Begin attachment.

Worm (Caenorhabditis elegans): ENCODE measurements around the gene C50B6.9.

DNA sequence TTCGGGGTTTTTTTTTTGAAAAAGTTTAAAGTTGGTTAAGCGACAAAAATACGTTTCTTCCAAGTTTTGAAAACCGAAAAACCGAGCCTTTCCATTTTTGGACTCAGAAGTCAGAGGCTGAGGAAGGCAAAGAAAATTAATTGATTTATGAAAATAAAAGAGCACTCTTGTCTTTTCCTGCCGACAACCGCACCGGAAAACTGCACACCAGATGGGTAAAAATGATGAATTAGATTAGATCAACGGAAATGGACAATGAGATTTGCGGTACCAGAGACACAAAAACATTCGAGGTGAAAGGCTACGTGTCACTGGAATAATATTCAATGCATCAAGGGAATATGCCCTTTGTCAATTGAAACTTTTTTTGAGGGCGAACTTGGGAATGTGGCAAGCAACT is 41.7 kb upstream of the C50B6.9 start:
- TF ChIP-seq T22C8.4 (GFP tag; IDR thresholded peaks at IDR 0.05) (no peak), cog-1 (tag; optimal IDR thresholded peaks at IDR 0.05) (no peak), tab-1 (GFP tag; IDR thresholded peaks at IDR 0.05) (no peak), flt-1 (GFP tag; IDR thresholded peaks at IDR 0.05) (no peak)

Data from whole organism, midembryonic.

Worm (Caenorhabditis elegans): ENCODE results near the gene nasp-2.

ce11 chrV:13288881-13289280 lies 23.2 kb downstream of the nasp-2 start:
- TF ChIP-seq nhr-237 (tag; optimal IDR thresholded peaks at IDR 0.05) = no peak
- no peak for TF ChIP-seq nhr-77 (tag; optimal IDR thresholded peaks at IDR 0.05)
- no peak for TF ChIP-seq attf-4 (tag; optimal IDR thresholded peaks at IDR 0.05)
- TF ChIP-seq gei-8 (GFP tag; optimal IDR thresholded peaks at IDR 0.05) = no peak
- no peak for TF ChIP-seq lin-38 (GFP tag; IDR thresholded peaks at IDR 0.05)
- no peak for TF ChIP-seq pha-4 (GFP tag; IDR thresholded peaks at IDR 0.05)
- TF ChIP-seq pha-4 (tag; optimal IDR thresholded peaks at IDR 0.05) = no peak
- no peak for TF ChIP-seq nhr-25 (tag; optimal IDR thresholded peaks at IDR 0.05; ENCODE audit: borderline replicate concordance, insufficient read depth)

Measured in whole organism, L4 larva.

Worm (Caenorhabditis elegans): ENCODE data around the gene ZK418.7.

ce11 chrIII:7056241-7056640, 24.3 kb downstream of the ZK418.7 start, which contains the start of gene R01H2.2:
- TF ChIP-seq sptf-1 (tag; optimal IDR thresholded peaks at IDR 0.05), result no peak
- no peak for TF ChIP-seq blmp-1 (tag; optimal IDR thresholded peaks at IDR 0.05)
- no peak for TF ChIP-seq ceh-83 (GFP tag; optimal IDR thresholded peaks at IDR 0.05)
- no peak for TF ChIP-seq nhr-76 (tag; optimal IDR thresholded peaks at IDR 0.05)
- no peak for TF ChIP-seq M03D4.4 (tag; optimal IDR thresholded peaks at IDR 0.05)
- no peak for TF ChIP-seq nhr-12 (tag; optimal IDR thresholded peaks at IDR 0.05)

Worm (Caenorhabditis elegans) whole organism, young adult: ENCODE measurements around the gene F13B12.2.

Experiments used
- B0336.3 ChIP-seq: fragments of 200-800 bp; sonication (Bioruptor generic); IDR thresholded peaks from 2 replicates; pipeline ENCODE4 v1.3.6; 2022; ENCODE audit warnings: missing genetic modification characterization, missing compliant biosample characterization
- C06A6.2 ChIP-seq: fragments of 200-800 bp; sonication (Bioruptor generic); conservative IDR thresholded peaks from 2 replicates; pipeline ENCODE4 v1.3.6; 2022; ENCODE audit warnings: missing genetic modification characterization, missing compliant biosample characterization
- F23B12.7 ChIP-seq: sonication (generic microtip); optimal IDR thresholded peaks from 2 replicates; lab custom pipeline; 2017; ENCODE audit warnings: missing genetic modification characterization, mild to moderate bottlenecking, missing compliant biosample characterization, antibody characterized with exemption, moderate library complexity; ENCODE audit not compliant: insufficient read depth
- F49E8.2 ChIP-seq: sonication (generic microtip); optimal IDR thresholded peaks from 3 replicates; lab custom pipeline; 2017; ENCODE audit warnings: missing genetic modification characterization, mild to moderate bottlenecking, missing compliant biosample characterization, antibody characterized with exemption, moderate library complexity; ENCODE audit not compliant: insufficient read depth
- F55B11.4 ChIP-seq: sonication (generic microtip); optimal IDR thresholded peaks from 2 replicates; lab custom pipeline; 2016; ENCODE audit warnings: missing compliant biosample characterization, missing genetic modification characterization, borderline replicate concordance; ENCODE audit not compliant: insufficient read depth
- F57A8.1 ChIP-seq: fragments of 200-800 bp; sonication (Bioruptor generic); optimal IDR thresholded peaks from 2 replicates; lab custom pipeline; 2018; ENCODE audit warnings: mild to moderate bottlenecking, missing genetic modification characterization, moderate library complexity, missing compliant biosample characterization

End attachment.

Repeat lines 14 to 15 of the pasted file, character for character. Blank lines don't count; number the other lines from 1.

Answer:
- no peak for TF ChIP-seq nhr-25 (tag; optimal IDR thresholded peaks at IDR 0.05; ENCODE audit: borderline replicate concordance, insufficient read depth)

Measured in whole organism, L4 larva.